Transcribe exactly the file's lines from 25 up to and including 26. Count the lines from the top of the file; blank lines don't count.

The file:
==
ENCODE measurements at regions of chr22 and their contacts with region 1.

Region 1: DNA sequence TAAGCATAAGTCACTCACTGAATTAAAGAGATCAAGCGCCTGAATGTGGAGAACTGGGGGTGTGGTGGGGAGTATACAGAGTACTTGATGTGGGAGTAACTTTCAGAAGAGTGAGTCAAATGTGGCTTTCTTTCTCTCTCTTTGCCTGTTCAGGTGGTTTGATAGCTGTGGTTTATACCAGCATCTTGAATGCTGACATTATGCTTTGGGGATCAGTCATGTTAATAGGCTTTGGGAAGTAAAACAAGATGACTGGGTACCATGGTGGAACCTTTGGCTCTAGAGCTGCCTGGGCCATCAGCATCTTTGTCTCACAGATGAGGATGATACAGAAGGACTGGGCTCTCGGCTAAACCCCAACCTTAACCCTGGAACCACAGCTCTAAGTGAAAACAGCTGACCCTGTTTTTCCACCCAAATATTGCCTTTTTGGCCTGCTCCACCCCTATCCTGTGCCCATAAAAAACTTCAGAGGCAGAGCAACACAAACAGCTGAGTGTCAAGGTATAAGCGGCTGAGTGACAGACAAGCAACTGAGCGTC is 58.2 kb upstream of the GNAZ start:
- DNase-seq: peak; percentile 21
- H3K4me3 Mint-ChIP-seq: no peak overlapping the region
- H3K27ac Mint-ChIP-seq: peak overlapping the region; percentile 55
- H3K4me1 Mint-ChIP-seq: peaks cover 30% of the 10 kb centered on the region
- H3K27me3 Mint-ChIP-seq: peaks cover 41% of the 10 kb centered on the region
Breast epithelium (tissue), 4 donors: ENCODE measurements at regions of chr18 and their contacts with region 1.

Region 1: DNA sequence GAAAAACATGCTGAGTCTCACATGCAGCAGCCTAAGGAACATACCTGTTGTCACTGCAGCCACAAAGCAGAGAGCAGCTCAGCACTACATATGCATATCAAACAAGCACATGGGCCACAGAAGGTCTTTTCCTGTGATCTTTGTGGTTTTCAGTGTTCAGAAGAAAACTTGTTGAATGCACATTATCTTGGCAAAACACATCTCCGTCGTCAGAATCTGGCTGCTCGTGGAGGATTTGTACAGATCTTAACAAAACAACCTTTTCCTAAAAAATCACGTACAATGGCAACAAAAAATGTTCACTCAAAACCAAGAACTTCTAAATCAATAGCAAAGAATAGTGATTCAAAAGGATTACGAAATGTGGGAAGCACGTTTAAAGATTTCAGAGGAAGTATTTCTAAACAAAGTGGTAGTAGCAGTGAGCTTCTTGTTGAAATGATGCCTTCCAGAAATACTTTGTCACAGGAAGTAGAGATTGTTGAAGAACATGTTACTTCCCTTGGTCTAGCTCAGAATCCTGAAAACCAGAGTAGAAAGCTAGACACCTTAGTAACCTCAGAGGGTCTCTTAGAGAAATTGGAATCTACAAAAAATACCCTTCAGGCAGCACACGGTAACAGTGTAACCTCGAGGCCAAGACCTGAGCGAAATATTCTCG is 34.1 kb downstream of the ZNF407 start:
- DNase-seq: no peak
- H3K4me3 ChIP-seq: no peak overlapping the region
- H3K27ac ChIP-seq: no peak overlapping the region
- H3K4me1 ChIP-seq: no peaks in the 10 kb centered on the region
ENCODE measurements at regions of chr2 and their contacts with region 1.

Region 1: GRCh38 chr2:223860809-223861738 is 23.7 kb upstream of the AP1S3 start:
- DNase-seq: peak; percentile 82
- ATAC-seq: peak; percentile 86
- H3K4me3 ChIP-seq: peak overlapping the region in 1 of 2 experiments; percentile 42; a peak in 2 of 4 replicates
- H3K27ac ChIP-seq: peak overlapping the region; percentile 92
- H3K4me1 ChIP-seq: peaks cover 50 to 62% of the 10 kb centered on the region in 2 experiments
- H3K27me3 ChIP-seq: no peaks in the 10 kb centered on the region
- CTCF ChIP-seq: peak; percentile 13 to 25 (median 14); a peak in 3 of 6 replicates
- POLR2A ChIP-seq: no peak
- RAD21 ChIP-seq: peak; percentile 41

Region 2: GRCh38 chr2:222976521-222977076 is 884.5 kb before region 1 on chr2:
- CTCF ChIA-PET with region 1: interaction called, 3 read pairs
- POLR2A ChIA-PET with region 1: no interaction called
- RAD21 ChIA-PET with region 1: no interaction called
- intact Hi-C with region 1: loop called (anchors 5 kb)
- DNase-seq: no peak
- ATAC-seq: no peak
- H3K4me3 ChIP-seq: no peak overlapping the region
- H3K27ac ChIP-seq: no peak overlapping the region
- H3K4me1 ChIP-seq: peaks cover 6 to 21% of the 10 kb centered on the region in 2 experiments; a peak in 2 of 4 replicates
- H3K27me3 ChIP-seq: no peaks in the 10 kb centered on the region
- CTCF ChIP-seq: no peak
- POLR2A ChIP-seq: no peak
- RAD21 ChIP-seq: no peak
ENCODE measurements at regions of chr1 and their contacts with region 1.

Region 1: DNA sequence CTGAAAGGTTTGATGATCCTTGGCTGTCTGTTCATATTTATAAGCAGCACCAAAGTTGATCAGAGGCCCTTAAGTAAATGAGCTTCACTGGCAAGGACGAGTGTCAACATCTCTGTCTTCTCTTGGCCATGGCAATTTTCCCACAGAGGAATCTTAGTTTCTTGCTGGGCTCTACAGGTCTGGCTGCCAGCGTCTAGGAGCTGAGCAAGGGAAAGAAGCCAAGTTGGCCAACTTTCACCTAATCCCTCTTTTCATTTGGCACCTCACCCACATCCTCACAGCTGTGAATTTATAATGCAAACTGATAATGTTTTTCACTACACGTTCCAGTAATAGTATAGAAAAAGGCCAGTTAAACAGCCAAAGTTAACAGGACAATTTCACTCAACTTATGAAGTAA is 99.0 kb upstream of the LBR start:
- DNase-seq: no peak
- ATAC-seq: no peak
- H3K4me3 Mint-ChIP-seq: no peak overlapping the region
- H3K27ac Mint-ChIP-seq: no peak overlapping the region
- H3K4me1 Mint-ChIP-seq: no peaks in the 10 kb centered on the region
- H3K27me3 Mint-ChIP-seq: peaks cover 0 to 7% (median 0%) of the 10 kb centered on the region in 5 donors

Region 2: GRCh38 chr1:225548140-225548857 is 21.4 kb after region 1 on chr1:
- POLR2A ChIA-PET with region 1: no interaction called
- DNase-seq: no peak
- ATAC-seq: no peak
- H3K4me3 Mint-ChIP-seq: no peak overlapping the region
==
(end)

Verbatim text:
Region 2: GRCh38 chr2:222976521-222977076 is 884.5 kb before region 1 on chr2:
- CTCF ChIA-PET with region 1: interaction called, 3 read pairs